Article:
Regular readers will know that for the last month and a bit, we’ve been in a never ending battle of wills against servers and load times.
Our first major change was implementing Amazon’s S3 service to serve static files from the site. It helped, but in the end we ended up moving to Rackspace Cloud Sites to finally get a grip on the server issues we were having.
Since moving last Monday, the site has mostly purred, and since I’ve been looking for ways to improve load time again. One thing that did surprise me that as much as the files served from Amazon S3 were being served well, there was some latency there, and it wasn’t as quick as I’d hoped for, even if it did help decrease the load on our core hosting setup.
If you know about CDN’s and how to set them up, you should probably stop reading from this point, because the following isn’t going to be a detailed, or perhaps completely accurate technical description.
What is a CDN
A Content Delivery Network (CDN) is a network of server locations that deliver your content in multiple locations. Traditionally, if someone visited your site, they’d pull all your locally hosted static files (images, js, css) off your server directly. With a CDN setup, they pull those static files from their closest CDN, so for example if you were in Europe, the static files would be served from a local node of the CDN network. What this means is that your static files are quicker to load because they are served from a closer location, and although you’re still serving some files (php etc) from your original server, the end user gets the page quicker.
Each node in the CDN takes a copy and cache’s that for local traffic. The bigger the CDN network, the quicker load times are for most because there are more closer nodes to serve the static files.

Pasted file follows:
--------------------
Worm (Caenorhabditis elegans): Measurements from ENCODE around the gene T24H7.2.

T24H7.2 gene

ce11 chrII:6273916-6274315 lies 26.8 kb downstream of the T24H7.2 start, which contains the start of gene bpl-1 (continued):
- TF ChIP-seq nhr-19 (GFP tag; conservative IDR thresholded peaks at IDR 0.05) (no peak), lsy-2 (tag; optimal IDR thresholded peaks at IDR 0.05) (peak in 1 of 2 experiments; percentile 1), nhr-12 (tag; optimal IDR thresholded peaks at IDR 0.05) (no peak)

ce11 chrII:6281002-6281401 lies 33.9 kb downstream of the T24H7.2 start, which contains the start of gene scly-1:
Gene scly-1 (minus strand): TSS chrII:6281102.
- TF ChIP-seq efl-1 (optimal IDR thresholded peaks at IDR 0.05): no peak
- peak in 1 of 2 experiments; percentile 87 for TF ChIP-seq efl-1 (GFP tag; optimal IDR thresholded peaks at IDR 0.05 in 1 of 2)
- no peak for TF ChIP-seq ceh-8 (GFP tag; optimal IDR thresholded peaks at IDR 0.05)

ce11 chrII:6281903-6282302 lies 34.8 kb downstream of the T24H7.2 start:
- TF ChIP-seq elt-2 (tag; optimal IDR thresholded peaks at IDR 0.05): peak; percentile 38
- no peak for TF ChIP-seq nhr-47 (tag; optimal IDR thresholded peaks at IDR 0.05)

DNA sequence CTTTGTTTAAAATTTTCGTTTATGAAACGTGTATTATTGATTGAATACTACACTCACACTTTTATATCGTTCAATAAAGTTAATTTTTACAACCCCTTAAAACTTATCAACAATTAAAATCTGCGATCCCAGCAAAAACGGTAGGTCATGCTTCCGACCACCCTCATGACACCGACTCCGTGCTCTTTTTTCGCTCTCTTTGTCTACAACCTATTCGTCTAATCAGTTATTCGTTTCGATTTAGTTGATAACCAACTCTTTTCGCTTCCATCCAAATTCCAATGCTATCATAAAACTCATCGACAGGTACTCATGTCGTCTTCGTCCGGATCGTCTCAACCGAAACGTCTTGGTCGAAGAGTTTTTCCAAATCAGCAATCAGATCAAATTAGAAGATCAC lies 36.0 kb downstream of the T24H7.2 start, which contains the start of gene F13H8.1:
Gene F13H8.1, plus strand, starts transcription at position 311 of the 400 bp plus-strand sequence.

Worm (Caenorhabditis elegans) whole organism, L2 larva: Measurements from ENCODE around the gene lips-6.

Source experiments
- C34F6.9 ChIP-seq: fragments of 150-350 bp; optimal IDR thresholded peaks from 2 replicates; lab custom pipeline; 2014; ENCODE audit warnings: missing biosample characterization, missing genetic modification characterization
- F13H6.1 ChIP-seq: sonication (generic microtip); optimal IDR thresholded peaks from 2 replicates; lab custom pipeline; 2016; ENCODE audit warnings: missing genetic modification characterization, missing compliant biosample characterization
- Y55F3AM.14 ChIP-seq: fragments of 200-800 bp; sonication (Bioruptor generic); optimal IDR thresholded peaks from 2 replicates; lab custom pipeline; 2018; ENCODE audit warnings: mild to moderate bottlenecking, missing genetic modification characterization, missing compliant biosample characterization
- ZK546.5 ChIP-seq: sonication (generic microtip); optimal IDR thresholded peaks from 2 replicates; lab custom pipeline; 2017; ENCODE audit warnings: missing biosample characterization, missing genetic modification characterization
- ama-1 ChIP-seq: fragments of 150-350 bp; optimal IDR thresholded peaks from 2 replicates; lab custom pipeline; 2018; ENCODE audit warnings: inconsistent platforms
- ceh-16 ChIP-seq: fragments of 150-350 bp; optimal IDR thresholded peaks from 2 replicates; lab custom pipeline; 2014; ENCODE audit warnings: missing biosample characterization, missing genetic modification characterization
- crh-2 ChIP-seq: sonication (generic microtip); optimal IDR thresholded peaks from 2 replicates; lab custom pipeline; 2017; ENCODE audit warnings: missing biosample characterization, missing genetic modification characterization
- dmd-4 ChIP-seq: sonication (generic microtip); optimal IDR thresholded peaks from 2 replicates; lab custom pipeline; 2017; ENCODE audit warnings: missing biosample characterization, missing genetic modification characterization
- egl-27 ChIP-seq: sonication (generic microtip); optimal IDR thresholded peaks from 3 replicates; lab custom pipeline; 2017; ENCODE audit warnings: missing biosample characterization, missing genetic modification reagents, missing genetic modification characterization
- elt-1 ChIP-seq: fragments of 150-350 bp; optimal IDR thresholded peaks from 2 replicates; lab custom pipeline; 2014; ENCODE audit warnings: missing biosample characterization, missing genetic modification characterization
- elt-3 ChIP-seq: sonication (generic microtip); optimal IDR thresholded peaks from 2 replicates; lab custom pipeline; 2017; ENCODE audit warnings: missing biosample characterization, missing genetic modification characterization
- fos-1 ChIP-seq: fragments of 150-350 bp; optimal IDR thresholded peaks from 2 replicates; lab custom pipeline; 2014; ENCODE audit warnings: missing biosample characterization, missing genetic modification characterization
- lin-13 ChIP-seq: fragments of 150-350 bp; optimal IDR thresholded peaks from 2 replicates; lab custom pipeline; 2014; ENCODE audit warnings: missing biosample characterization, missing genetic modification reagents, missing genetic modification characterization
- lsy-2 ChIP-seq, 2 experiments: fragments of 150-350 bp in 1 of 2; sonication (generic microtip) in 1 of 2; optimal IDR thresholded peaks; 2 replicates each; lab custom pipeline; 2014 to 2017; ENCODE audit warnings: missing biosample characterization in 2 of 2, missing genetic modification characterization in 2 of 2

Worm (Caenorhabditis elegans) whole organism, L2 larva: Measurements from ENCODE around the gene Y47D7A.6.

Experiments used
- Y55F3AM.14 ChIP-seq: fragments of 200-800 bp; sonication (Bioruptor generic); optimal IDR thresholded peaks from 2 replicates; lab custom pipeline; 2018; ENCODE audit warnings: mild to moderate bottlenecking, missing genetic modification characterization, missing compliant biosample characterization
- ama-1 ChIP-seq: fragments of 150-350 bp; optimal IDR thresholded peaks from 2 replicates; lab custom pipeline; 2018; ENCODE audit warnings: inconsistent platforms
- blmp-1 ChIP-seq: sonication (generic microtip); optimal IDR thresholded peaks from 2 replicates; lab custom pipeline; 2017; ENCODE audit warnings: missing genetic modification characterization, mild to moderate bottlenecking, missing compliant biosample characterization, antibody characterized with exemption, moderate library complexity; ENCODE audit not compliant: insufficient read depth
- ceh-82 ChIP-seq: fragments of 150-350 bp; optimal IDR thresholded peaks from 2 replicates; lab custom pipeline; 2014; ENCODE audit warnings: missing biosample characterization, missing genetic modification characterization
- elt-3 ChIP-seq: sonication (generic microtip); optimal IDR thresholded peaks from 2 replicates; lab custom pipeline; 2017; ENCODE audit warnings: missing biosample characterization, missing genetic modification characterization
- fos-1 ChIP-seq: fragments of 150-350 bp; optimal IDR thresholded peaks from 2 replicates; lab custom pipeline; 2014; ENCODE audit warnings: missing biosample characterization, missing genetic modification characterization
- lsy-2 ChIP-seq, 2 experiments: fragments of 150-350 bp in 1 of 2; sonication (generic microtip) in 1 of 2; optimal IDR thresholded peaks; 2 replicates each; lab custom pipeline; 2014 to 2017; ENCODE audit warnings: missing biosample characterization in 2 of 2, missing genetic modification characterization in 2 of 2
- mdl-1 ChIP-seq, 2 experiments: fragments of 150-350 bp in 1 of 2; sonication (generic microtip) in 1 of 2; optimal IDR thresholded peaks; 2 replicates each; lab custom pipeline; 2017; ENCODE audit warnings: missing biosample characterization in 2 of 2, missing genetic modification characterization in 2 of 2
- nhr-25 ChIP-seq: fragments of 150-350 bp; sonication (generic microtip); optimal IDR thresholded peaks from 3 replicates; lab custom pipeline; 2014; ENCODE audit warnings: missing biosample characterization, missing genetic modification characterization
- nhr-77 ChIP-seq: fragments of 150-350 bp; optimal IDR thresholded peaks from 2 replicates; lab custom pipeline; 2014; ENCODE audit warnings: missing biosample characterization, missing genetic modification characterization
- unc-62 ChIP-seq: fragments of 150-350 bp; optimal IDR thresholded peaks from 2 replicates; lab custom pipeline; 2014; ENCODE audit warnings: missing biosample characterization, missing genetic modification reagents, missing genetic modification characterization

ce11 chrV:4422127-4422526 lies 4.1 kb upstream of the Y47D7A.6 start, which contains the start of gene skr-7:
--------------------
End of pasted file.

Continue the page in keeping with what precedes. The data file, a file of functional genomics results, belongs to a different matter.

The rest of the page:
The reason we’ve implemented Amazon Cloudfront was one of ease of use: we already had Amazon S3 set up, so it was simply a matter of 5 minutes and bingo: CDN. A number of people have pointed out to me that given the site is on Rackspace, we have access to Rackspace Files, which uses the Limelight CDN network. The Limelight CDN network is superior as a CDN, not only because they have an Australian presence where as Amazon doesn’t, but sheer global presence.
However, the WordPress tools to set up Rackspace Files aren’t as easy to use as those available for Amazon, and we already have files on S3, which cut out the need to transfer a ton of image files across as well. Ultimately Rackspace Files (with Limelight) will offer a better solution, but for now we implement what we can with the tools at hand.
To setup Amazon Cloudfront with WordPress, you need S3 to begin with: read Using Amazon S3 for image hosting with a WordPress blog. The cool thing about Cloudfront is that it pulls data from pre-existing S3 files, so there’s no transfers required, it’s just a matter of setting things up.
Paul Stamatiou has the best guide for setup here, and I won’t attempt to replicate it all (he has pictures as well). The key points though:
– Go into Amazon Web Services and enable Cloudfront
– Using S3Fox, select the bucket (folder) on S3 you want to add to the CDN, right click, and pick manage distributions
– Add a name for the distro (Amazon Cloudfront), tick the “enable the distribution” box, pick a CName (in our case, turbo.inquisitr.com) and click create distribution
– you then get a resource URL. Using the instructions in our S3 guide (or via your host on how to setup a CName), using the details given, setup a Cname for your URL (turbo.yourname.com) pointing at the Cloudfront URL.
This is where I did it differently. Presuming you’re on S3 and you’ve got something like images.yourname.com for your S3 content, download the CDN Rewrites plugin here and install it. Once that’s setup, you simply need to tell it to redirect any URL from images.yourname.com to turbo.yourname.com (and this presumes you’ve got your files on S3 to start with, if you haven’t, this won’t work.) Select the options as fit, for example images, css, js etc…
Besides some little bugs with a thumbnail plugin we’re using (not related at all to Cloudfront), our page load times have been cut by between 40% and 80% (the former, only when we’re loading a full image to then make the thumbnail.) On one test, Pingomatic went from 8.7 seconds before to 2.9 seconds after…and that’s staggering. I don’t get the full effect in Australia because there’s no local CDN, but even I can see the difference here.
If you’re under load stress, and what to make you site load quicker, a CDN might be right for you.